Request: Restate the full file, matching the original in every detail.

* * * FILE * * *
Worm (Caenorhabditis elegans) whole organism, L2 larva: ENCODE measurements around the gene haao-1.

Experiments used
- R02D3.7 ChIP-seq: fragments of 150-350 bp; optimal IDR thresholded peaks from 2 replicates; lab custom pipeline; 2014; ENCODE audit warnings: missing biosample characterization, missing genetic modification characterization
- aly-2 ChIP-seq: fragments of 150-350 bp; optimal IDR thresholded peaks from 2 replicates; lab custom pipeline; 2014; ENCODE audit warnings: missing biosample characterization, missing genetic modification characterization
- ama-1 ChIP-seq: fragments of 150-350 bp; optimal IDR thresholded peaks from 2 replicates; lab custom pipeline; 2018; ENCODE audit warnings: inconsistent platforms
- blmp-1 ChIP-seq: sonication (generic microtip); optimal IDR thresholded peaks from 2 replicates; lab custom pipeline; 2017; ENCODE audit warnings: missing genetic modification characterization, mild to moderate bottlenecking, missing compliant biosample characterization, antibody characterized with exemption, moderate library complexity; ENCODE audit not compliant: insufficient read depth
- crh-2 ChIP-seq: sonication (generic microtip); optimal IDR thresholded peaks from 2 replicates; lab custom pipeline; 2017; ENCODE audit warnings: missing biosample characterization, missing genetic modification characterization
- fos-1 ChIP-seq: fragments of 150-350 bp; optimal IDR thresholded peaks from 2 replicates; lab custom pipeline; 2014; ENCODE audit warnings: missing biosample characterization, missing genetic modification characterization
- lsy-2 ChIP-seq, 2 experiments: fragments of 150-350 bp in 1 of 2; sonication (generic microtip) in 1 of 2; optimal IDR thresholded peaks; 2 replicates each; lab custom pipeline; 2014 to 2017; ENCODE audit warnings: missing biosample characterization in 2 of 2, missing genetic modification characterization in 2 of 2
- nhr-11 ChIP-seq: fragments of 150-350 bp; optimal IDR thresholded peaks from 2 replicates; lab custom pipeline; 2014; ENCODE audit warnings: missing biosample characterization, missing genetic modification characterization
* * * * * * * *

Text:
Worm (Caenorhabditis elegans) whole organism, L2 larva: ENCODE measurements around the gene haao-1.

Experiments used
- R02D3.7 ChIP-seq: fragments of 150-350 bp; optimal IDR thresholded peaks from 2 replicates; lab custom pipeline; 2014; ENCODE audit warnings: missing biosample characterization, missing genetic modification characterization
- aly-2 ChIP-seq: fragments of 150-350 bp; optimal IDR thresholded peaks from 2 replicates; lab custom pipeline; 2014; ENCODE audit warnings: missing biosample characterization, missing genetic modification characterization
- ama-1 ChIP-seq: fragments of 150-350 bp; optimal IDR thresholded peaks from 2 replicates; lab custom pipeline; 2018; ENCODE audit warnings: inconsistent platforms
- blmp-1 ChIP-seq: sonication (generic microtip); optimal IDR thresholded peaks from 2 replicates; lab custom pipeline; 2017; ENCODE audit warnings: missing genetic modification characterization, mild to moderate bottlenecking, missing compliant biosample characterization, antibody characterized with exemption, moderate library complexity; ENCODE audit not compliant: insufficient read depth
- crh-2 ChIP-seq: sonication (generic microtip); optimal IDR thresholded peaks from 2 replicates; lab custom pipeline; 2017; ENCODE audit warnings: missing biosample characterization, missing genetic modification characterization
- fos-1 ChIP-seq: fragments of 150-350 bp; optimal IDR thresholded peaks from 2 replicates; lab custom pipeline; 2014; ENCODE audit warnings: missing biosample characterization, missing genetic modification characterization
- lsy-2 ChIP-seq, 2 experiments: fragments of 150-350 bp in 1 of 2; sonication (generic microtip) in 1 of 2; optimal IDR thresholded peaks; 2 replicates each; lab custom pipeline; 2014 to 2017; ENCODE audit warnings: missing biosample characterization in 2 of 2, missing genetic modification characterization in 2 of 2
- nhr-11 ChIP-seq: fragments of 150-350 bp; optimal IDR thresholded peaks from 2 replicates; lab custom pipeline; 2014; ENCODE audit warnings: missing biosample characterization, missing genetic modification characterization